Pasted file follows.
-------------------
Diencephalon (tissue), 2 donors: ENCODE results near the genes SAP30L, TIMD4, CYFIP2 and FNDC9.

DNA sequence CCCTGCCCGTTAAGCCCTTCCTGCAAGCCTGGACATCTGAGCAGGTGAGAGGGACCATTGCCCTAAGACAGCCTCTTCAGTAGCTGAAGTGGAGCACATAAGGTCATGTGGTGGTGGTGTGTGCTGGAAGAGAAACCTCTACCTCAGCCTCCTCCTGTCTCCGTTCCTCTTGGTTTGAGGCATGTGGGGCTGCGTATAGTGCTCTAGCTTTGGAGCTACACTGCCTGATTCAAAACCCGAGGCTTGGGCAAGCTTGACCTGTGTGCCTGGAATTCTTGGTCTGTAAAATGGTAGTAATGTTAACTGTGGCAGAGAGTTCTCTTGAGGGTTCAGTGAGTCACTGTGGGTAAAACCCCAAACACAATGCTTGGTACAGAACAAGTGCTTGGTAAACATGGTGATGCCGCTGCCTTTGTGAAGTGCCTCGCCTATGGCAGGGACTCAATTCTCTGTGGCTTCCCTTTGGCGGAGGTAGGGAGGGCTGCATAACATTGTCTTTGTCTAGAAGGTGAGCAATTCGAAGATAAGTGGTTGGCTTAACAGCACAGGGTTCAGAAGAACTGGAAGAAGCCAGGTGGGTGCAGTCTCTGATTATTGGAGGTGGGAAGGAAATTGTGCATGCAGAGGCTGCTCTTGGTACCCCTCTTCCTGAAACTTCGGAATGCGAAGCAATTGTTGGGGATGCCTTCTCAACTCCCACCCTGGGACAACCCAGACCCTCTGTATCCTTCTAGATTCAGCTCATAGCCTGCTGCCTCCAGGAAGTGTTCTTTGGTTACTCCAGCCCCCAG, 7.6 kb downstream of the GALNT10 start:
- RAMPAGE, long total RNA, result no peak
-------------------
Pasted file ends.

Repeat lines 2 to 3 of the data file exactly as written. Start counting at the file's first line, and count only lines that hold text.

DNA sequence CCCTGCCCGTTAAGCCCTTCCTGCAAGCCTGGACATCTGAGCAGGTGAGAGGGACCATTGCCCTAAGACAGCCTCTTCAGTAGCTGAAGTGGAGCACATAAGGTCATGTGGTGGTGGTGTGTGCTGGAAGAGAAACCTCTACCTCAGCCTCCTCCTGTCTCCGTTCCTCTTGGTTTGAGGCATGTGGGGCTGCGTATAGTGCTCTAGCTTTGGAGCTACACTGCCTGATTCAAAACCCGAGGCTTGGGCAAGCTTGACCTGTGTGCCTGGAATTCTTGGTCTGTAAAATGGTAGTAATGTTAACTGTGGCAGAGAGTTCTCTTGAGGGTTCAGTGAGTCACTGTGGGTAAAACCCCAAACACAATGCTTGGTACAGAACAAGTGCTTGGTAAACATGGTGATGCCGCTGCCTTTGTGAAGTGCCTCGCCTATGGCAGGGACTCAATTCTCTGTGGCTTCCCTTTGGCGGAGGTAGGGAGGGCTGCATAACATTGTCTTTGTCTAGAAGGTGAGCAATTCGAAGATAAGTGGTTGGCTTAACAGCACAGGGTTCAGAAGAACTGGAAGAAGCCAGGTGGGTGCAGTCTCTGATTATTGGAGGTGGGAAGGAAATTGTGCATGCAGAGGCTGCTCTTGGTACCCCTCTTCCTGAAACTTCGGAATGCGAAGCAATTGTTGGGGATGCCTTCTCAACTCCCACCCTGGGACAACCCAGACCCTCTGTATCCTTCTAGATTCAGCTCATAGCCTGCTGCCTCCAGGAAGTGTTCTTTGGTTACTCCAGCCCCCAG, 7.6 kb downstream of the GALNT10 start:
- RAMPAGE, long total RNA, result no peak